Indoctrination ban shot down by Douglas County school board
It was the final farewell for three members of the Douglas County Board of Education. One of their last decisions: rejecting a call to punish teachers who don’t provide enough competing viewpoints on politically charged topics.
Board member Jim Geddes sponsored the resolution, innocuously titled “Balanced Instruction and Critical Thinking,” which touched on an issue he’s pushed in the past: making sure students hear conservative viewpoints.
Geddes’ latest resolution for DougCo came after he saw a student project at a high school social studies fair. One student focused on the Japanese who died when the United States bombed Hiroshima and Nagasaki at the end of World War II. Geddes said the student explained that the United States had committed a serious war crime against the Japanese, analogous to the Nazi extermination of the Jews.
The student hadn’t heard the other side of the story, said Geddes, who proceeded to lecture the student about the deaths at Okinawa: 15,000 Marines, 150,000 civilian casualties, and 130,000 Japanese military casualties. The total number of U.S. casualties, Geddes said, from all battles in the Pacific in the effort to defeat the Japanese, approached 800,000. Geddes said the number of deaths from the bombs were far fewer than that, about 100,000 military and civilians each, and that the Japanese emperor could have prevented the second bomb at Nagasaki had he surrendered.
“I tried to be as objective as I could and give him a little history lesson,” Geddes said, in recounting the story. He found out later that the teacher who reviewed the project had a history of not asking students to look at the other side.
Geddes shared another incident, where a parent had complained that her daughter was being indoctrinated by a teacher at one of the district high schools who was championing the election of Democrat Hillary Clinton as president.
Geddes also showed a slideshow explaining white privilege that was used in a sixth-grade class, arguing the other side, presumably white persecution, had not been presented.
While most teachers “would never do this kind of thing,” Geddes said, these examples are egregious and stymie quality education. “This kind of indoctrinating behavior” is an insult to the teaching of critical thinking skills, he said.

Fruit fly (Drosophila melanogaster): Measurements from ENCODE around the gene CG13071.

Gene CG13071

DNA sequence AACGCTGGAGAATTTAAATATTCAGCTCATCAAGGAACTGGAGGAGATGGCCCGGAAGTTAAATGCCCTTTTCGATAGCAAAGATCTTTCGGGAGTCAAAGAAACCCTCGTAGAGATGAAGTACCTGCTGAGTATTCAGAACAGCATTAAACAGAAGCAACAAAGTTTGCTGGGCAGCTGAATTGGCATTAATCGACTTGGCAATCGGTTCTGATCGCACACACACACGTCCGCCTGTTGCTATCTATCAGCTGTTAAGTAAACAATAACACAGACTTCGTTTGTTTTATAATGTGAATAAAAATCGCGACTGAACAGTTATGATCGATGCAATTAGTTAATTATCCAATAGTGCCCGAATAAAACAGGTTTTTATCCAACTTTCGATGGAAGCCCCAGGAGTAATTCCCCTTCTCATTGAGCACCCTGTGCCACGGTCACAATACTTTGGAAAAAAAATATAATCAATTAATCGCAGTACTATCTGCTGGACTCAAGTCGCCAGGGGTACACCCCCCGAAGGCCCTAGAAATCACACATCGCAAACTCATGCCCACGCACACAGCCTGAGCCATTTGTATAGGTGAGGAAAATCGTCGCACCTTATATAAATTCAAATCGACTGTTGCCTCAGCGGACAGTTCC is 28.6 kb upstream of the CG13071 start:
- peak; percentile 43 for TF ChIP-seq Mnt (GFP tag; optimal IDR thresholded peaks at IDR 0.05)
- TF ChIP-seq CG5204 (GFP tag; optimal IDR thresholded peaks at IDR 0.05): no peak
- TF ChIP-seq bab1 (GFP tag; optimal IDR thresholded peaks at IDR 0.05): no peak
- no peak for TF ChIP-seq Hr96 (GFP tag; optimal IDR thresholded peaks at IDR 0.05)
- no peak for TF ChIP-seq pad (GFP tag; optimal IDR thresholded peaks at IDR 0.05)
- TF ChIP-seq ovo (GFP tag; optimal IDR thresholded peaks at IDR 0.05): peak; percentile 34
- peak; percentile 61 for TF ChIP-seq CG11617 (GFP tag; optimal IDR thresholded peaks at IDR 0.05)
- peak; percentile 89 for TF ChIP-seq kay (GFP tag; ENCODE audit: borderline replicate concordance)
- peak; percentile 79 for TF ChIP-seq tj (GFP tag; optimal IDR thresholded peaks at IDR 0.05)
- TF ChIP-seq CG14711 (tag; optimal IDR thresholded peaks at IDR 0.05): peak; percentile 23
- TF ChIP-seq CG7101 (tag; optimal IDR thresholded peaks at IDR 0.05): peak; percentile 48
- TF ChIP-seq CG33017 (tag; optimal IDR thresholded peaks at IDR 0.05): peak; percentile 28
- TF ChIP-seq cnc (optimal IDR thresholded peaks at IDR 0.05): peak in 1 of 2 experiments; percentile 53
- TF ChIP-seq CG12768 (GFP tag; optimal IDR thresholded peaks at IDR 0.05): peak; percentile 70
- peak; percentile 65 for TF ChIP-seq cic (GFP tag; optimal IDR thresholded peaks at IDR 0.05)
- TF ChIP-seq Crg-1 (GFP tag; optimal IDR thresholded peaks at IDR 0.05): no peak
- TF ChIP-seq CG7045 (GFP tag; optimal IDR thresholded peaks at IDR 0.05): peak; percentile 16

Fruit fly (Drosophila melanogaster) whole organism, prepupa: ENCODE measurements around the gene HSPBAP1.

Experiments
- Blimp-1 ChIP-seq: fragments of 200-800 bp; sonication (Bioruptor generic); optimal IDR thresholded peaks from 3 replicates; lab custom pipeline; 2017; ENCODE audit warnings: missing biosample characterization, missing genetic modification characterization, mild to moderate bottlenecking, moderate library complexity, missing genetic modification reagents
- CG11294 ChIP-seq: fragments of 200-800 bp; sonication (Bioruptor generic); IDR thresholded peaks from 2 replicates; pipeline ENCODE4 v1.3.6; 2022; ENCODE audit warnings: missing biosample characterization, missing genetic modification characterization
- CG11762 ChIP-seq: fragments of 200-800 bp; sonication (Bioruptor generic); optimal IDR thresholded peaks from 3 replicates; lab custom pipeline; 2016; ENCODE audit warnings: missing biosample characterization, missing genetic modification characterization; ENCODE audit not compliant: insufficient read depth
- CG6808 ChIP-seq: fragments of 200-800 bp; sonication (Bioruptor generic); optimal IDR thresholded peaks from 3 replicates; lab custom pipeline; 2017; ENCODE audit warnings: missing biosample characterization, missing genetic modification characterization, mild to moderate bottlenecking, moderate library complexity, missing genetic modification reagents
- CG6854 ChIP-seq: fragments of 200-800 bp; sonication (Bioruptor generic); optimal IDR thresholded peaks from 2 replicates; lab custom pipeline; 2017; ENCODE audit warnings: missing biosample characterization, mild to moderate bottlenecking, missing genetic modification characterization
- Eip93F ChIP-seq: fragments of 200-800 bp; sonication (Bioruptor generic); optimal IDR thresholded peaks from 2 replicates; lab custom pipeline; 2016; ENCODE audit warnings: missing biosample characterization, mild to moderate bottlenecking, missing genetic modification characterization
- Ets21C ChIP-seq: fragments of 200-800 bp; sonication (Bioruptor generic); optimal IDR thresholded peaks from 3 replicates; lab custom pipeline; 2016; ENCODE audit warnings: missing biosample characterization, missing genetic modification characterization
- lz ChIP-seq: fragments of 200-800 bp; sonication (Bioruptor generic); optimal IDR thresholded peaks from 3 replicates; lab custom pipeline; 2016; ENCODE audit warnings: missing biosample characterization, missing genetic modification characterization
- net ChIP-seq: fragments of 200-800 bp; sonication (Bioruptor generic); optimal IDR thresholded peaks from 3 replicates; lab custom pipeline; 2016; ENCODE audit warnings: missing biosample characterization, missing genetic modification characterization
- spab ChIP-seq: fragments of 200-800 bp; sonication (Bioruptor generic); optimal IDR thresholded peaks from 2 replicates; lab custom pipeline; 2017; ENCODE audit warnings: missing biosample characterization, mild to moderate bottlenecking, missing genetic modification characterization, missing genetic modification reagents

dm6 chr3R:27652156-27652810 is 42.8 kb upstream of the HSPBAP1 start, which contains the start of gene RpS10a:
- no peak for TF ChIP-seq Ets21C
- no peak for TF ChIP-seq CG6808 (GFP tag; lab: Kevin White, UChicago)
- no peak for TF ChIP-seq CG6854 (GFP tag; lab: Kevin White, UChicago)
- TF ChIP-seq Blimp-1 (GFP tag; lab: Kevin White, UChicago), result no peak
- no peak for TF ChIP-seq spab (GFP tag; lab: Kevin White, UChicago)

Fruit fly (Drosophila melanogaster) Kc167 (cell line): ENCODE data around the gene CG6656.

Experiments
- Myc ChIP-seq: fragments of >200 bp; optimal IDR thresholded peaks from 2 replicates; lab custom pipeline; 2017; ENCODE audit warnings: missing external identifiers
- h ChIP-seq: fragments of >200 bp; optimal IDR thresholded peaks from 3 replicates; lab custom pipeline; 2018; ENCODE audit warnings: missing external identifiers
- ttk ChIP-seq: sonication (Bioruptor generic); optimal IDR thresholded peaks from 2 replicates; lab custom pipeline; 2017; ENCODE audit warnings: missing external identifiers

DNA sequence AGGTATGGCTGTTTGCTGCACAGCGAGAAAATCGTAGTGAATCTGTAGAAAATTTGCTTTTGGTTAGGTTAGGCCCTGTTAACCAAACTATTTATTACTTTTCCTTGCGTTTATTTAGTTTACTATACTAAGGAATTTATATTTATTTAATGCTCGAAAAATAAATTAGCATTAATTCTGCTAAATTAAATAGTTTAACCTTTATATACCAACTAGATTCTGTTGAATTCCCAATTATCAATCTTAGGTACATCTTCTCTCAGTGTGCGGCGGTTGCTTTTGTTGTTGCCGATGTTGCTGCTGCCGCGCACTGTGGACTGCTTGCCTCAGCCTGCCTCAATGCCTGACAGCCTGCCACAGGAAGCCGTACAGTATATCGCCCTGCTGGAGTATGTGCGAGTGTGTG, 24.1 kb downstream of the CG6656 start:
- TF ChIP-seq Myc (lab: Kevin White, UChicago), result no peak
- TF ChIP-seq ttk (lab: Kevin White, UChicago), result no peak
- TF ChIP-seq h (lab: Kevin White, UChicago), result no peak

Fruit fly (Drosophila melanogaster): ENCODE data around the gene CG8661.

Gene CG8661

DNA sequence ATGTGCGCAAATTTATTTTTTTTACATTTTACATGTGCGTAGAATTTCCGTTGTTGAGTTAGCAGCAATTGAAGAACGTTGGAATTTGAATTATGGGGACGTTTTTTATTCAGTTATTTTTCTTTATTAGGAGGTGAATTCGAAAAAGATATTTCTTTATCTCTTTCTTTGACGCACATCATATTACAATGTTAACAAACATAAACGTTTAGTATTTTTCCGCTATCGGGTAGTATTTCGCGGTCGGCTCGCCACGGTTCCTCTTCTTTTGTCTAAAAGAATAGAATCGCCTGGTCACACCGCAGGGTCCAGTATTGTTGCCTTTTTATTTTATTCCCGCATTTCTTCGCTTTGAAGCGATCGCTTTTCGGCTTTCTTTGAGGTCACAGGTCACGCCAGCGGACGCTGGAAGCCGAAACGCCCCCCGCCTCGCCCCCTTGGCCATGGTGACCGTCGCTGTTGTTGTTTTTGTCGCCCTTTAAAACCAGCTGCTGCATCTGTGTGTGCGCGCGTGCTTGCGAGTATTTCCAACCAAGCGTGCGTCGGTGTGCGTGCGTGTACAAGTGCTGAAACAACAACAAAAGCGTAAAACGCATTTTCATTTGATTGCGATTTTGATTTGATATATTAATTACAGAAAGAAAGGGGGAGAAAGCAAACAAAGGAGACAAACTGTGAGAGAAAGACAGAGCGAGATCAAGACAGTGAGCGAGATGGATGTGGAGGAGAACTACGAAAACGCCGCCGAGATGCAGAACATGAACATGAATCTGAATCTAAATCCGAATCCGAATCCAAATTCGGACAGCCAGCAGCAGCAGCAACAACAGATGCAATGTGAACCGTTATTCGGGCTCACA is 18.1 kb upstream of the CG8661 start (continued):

Geddes’ resolution would direct teachers to provide a balanced approach to controversial topics, one that would “avoid teaching students to fully accept the ideas, opinions, and beliefs of a particular group and to not consider other ideas, opinions, and beliefs.” Such topics would include religious, ethnic, racial, economic, political and philosophical subjects, “for which a reasonable teacher will anticipate may lead to concern in the school community should a balanced discussion/study not occur.”
Teachers who repeatedly violate the policy wouldn’t be punished until properly notified and counseled on initial violations, Geddes explained.
But his fellow school board members weren’t having any of it.
Board Vice President Doug Benevento wasn’t present but submitted a statement that got buy-in from everyone on the board except Geddes. The district has processes in place to deal with complaints, Benevento’s statement said.
“I fundamentally disagree” that this issue should be legislated by the board, especially with a resolution with a “vague” standard that would subject teachers to discipline, including being fired, “if they don’t hit the mark.”
Benevento also said such a policy would suppress discussion of controversial subjects, or require teachers to figure out just how many different points of view should be included.
Community members applauded the board’s review of the issue, and that included at least two incoming board members. David Ray said he didn’t think he would often agree with Benevento in the future, but he did in this case. He indicated the board had fairly and appropriately reviewed the resolution and the issue. But he also complained that teachers had been excluded from the discussion.
The resolution appears to be “a poor solution in search of a problem,” according to Parker teacher Brian White. He pointed to a 2014 article in Colorado Peak Politics in which Geddes said a similar resolution he pushed as a University of Colorado regent was part of an effort to advance the conservative agenda.
“Geddes seems to have the same idea in mind for Douglas County,” White said.
Will teachers now be required to teach creationism along with evolution, or that the earth was created only 6,000 years ago? White asked.
“Make no mistake, this is an attack on academic freedom…On November 3, this community let it be known it was sick and tired of the board and superintendent bringing its politics into the Douglas County classrooms,” White added.
New board member Anne-Marie Lemieux pointed out that requiring a balanced approach is not always appropriate. Concerning some topics, the other perspectives could be illegal. But she also complimented the board for its robust discussion. “That shows we’re already taking a step in the right direction.”
The resolution never got to a vote. It failed when no other board members would second it for that purpose. Geddes, a surgeon, wasn’t around for the final decision. He left midway through the discussion to handle medical duties.
“We seem to have struck a nerve of agreement tonight,” quipped Board President Kevin Larsen.
Photo credit: Blondinrikard Fröberg, Creative Commons, Flickr.
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